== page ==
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Archive for October, 2008

It is difficult to see the picture
when you are inside of the frame.

— Author Unknown

Great quote, but what does it mean?

When we are enmeshed in identifying with our own story,
whatever it is, we can’t see the bigger picture or perhaps
even the picture at all.

How do we step out of the story and into a more neutral,
observer state?

There are many ways really.  One is to cultivate a willingness
to suspend judgment about a thing.   Refrain from drawing any
final conclusions.  Understanding that the nature of all things is
continually unfolding.

Another way to slip into one who observes you in the story – without
actually engaging in the whole of it emotionally, is to ask the first
two questions of Byron Katie’s work:

Is this true?
Can I absolutely know that this is true?

Once you ask the questions it seems to automatically snap you out
of being in the story while you question it’s validity in the first
place.

How else might we slip from one who is ‘in the frame’ to one who
is ‘outside of the frame’?  Or phrased Abraham’s way: one who has
his or her nose pressed into ‘what is’ or worse yet :) one who has
his or her face pressed into the pillow of ‘what is’.  A friend of mine
described it as looking at a gorgeous quilt but if you walk up to it,
plant your face up against one square of the quilt, that’s all you ever
see, a tiny section and a blurry one at that.  Step back and the beauty
of the entire quilt begins to take shape.

Step back and allow the Universe to show you the beauty of all your
quilts.  Step back with a faith that all that happens is unfolding for
your good.  Step back with an unwavering faith that this goodness
operates back of all things.

Step back.

Love, Bethie

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fleeting memories
of tangerine streaks
that swept the sky

lying there with you
pressed against my side

muted sounds that edged through silence
the soft rhythm of your breathing
the moist scent of you near

oh, that I could capture this instant
and rest till the curl of a pale crescent moon
raises overhead

I would lay there
and claim this moment
that it shall always
be enough

~elizabeth adams

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This poem is from Rilke’s Book of Hours: Love Poems to God.
It is written that Rilke received these poems in what he called
“inner dictations”.  Anita Barrows describes it as: “words that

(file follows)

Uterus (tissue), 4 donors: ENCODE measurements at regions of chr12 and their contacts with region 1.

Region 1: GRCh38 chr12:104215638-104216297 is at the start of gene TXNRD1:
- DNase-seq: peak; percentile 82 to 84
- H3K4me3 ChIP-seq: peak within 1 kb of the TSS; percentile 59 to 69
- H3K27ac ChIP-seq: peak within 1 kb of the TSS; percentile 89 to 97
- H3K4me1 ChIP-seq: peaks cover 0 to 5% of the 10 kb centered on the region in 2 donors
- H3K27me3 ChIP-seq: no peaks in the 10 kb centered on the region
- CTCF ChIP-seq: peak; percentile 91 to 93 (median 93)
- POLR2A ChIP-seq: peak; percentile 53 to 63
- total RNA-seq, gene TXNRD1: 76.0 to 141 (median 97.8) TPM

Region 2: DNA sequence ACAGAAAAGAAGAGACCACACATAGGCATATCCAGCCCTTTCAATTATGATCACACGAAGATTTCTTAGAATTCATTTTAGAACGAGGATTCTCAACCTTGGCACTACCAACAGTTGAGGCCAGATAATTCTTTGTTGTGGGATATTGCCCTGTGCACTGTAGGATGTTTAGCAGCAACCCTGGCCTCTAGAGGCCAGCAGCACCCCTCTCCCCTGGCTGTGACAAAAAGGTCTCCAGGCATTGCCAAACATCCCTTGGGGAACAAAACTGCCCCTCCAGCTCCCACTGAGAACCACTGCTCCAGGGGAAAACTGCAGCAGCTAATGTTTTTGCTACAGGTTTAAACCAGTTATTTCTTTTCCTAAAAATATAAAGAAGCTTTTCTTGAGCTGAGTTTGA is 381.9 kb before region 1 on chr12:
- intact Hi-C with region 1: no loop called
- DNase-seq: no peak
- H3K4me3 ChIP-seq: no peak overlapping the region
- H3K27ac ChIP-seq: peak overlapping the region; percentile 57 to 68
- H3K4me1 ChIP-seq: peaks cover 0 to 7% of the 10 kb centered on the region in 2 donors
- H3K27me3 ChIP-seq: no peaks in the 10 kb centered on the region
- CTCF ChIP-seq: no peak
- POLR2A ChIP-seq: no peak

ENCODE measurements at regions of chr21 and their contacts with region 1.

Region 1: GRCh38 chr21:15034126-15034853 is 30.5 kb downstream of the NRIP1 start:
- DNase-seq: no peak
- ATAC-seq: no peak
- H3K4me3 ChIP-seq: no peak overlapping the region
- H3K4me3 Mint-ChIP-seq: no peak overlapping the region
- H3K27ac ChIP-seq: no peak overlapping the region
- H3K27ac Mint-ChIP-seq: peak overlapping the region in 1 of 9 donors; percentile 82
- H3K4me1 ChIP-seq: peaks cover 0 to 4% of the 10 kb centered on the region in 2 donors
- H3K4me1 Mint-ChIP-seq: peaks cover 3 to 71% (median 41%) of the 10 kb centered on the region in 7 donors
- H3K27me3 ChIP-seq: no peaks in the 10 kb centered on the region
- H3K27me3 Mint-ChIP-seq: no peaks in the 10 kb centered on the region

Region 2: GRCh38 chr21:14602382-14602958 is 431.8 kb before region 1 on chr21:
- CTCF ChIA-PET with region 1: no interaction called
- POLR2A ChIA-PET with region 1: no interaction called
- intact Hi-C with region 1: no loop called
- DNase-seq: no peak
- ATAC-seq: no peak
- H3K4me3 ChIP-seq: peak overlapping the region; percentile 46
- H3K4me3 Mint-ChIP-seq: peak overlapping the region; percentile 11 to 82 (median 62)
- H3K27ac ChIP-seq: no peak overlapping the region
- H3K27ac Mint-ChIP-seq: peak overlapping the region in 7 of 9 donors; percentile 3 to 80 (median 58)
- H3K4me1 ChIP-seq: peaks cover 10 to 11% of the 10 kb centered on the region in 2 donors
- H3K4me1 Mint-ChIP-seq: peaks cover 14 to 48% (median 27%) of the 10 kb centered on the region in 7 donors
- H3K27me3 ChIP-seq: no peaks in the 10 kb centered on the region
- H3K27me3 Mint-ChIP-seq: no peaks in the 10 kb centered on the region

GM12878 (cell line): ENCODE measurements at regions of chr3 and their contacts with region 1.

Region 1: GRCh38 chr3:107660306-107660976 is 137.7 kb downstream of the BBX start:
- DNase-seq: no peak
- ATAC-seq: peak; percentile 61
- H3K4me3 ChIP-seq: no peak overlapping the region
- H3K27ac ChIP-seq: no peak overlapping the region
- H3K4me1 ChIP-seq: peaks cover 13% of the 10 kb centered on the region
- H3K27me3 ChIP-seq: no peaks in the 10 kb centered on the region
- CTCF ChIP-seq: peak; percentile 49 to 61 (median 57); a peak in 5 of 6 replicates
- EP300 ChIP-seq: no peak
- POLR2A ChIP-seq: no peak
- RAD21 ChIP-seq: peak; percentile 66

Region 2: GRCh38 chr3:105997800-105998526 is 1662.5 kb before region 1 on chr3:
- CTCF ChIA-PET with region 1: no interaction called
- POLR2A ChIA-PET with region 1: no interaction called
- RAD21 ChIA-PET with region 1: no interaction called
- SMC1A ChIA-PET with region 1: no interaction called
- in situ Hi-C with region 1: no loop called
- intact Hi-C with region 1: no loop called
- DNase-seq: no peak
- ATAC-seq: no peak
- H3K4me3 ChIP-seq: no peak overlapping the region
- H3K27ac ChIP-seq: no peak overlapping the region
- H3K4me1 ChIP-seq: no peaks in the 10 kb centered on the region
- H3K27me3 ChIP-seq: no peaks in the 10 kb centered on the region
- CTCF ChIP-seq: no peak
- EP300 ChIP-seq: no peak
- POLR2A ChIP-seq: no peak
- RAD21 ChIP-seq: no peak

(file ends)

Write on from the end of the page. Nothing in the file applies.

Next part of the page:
came to him mornings and evenings and that struck him with
their force and persistence.”  Yet the publication of these
poems was delayed and for a few years they were read only
by the woman to whom they were dedicated.  Rilke considered
them to be as private and sacred as prayers.  How grateful I
am that he has shared their sacredness with the rest of the
world as he asks the great questions below: who is it, that
lives this life?

And yet, though we strain
against the deadening grip
of daily necessity,
I sense there is this mystery:

All life is being lived.

Who is living it, then?
Is it the thing themselves,
or something waiting inside them,
like an unplayed melody in a flute?

Is it the winds blowing over the waters?
Is it the branches that signal to each other?

Is it flowers
interweaving their fragrances,
or streets, as they wind through time?

Is it the animals, warmly moving,
or the birds, that suddenly rise up?

Who lives it then? God, are you the one
who is living life?

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Yesterday I visited Whackville.  It’s an interesting place to visit but
thank God, I don’t live there.  Really the moment I found myself
in Whackville, I wondered how the heck I got there followed quickly
by why was I here?  And next met by it’s kissing cousin: how dare
you be here.  :)

Finally, you know what I did?  I gave myself permission to be in
Whackville, no-holes-barred-have-at-it-all-you-want Whackville. Ah,
that made Whackville such an easier place to be.  And as a result
I left it behind in less than a day.  But not until I received all the gifts
it laid out for me to see.

I was facilitated by Philip over at the Field Center.  It all started there.
I thought I was a control freak of mostly myself.  That’s all I was willing
to admit to at the time.  But in Whackville, I saw it all.  I was controlling
of mostly everything except maybe breathing and the beating of my
heart.  And, ok, I have no control over the earth spinning on its axis,
nor the ocean tides.  :)  Everything else, just call me Control Freak.

This was good to see, you know?  Just shine an honest spotlight on it
all.  Reveal the hidden payoff in control, the grand illusion that it would
provide me a safety net from all that I have feared.

And so is there life after control?  You bet there is.  I can’t say I’ve been
reborn, I sort of feel the same but different.  Freer.

I got in the car today and started driving and singing.  I was making up my
own words and my own tune.  I may work on it a bit more and turn it into a
song but I’ll include it below now.

Whackville isn’t such a bad place after all.

“she’s got the sun on her face
lives in a warm friendly place
light pours from heaven above
bathes her in glorious love
she’s got the wind in her hair
no burdens ever to bear”

With love,
Bethie

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